Cognitive models (Figure 3.13) do not pretend to finality or completeness: there is always something unknown. In cognitive practice, it is customary to tolerate differing and even contradictory opinions. Scientific models are constantly questioned and checked for accuracy, and are continuously refined and developed.
Continuing to consider the relationship between the model and the original, we will focus on the content of information in the model. The original and the model are
FIGURE 3.13 Scheme of cognitive modeling.
different things. There are a lot of things in the original that are not included in the model for two reasons: first, not everything that is known about the original will need to be included in the model designed to achieve a specific goal (zone A in Figure 3.13 depicts the known but unnecessary, including the wrongly considered unnecessary and not included in the model); second, there is always something unknown in the original, which cannot be included in the model (zone В in Figure 3.13). Zone 2 in the figure shows information about the original included in the model. This is true information, something common in the model and the original, thanks to what the model can serve as its (partial, specific) substitute or a representative. Let’s pay attention to zone 3. It reflects the fact that the model always has its own properties that have nothing to do with the original, that is, false content. It is important to emphasize that this applies to any model, no matter how hard the model creator tries to include only true information in the model.
For example, the analytical function of time as a signal model reflects the fact that the signal is a certain time process. However, this model does not reflect the fact that the repeated signal does not carry new information as the first time. This model does not have the property of real signals to simultaneously occupy a finite time interval and a finite frequency band. In many (and if look closely, in all) theories, the feature of the model to contain false information manifests itself in the form of so-called paradoxes. For example, in the theories of electrostatics and gravity, infinity paradoxes occur at zero distances between interacting particles.
Pragmatic models transform reality in accordance with the objectives of the subject. They reflect the currently nonexistent, but desired (projects, plans, programs, algorithms, rules of law, etc.), and have a normative, directive character. This gives them the status of “the only true”, which is clearly expressed in ideologies, religions, morals, standards, technical drawings, technologies, etc. In contrast to cognitive models, “adjusted” to reality, in transformative activity, reality is “fitted” to the pragmatic model (Figure 3.14).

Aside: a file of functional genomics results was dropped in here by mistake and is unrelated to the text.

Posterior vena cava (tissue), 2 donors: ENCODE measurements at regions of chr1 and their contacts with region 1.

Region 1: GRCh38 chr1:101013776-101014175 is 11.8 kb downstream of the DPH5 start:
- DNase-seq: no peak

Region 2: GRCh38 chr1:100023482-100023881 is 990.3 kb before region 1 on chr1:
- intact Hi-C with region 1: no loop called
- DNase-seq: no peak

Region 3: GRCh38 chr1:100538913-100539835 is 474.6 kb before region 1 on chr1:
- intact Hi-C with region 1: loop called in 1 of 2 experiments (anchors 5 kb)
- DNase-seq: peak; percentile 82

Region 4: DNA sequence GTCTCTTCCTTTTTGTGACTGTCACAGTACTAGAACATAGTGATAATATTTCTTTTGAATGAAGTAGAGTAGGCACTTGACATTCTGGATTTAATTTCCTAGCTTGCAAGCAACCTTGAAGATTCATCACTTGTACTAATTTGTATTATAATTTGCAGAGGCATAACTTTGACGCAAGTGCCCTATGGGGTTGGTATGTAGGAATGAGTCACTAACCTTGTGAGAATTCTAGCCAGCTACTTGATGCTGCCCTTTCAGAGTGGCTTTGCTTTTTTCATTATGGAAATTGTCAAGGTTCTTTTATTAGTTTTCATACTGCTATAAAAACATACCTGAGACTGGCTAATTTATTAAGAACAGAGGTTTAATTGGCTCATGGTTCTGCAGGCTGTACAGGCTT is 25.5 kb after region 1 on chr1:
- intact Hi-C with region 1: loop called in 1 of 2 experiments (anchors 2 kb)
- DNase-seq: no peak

Let’s conclude the consideration of the relationship between the original and the model by emphasizing the inherent inaccuracy and approximation of the model. Even those aspects of the original that are intentionally displayed are described with some accuracy and approximation. Sometimes the approximation is forced by nature (lack of knowledge), and sometimes it is introduced deliberately for the simplicity of work with the model (e.g., linearization of nonlinear relations between variables).
FIGURE 3.14 Scheme of pragmatic modeling.
The Concept of Adequacy
At times, it is possible to achieve the same purpose with the help of various models (e.g., hiking using maps of different scales). It turns out that different models of the same object provide different levels of success in achieving the goal. This property of models is called the extent of adequacy. Usually, two levels of adequacy are used: the model successfully achieving the goal is called adequate, while the other is called an inadequate model.
Discussing the relation between such properties of models as adequacy and accuracy (truth) is of interest as they are not always compatible.
For cognitive models, whose destination is an accumulation of knowledge about the surrounding reality, they are synonyms. This is not the case with pragmatic models. Every one of us has told lies. Lie was preferred to truth because achieving the goal with the help of the lie was easier than with truth. Therefore, in certain circumstances, false models may be adequate (otherwise, lie would not be needed).
The Coherence of the Model with the Culture
You cannot read a book written in an unfamiliar language; it is impossible to listen to a record on a gramophone record without a gramophone; a fifth-year student would not understand the special course without the knowledge gained earlier. Similar examples illustrate the fact that for a model to realize its model function, it is not enough just to have the model itself. It is necessary that the model is compatible and consistent with the environment, which for the model is the culture (world of models) of the user.